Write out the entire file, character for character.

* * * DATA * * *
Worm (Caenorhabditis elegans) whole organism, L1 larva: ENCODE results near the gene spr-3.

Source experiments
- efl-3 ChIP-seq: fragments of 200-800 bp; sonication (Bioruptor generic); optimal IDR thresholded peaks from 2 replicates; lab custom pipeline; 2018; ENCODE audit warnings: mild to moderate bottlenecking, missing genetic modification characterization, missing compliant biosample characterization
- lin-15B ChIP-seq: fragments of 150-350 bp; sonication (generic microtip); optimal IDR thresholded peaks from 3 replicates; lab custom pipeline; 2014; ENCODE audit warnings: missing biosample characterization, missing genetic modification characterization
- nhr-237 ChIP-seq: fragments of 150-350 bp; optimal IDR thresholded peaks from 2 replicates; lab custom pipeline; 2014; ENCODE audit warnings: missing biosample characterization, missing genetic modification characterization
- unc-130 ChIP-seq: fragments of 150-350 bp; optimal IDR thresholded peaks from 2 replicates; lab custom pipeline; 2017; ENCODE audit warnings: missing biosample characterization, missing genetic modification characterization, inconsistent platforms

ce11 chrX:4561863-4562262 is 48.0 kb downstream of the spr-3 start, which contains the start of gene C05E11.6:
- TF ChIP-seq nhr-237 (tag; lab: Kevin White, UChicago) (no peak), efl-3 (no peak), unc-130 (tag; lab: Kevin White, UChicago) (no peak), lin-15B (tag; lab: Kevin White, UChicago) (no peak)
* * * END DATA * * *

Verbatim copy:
Worm (Caenorhabditis elegans) whole organism, L1 larva: ENCODE results near the gene spr-3.

Source experiments
- efl-3 ChIP-seq: fragments of 200-800 bp; sonication (Bioruptor generic); optimal IDR thresholded peaks from 2 replicates; lab custom pipeline; 2018; ENCODE audit warnings: mild to moderate bottlenecking, missing genetic modification characterization, missing compliant biosample characterization
- lin-15B ChIP-seq: fragments of 150-350 bp; sonication (generic microtip); optimal IDR thresholded peaks from 3 replicates; lab custom pipeline; 2014; ENCODE audit warnings: missing biosample characterization, missing genetic modification characterization
- nhr-237 ChIP-seq: fragments of 150-350 bp; optimal IDR thresholded peaks from 2 replicates; lab custom pipeline; 2014; ENCODE audit warnings: missing biosample characterization, missing genetic modification characterization
- unc-130 ChIP-seq: fragments of 150-350 bp; optimal IDR thresholded peaks from 2 replicates; lab custom pipeline; 2017; ENCODE audit warnings: missing biosample characterization, missing genetic modification characterization, inconsistent platforms

ce11 chrX:4561863-4562262 is 48.0 kb downstream of the spr-3 start, which contains the start of gene C05E11.6:
- TF ChIP-seq nhr-237 (tag; lab: Kevin White, UChicago) (no peak), efl-3 (no peak), unc-130 (tag; lab: Kevin White, UChicago) (no peak), lin-15B (tag; lab: Kevin White, UChicago) (no peak)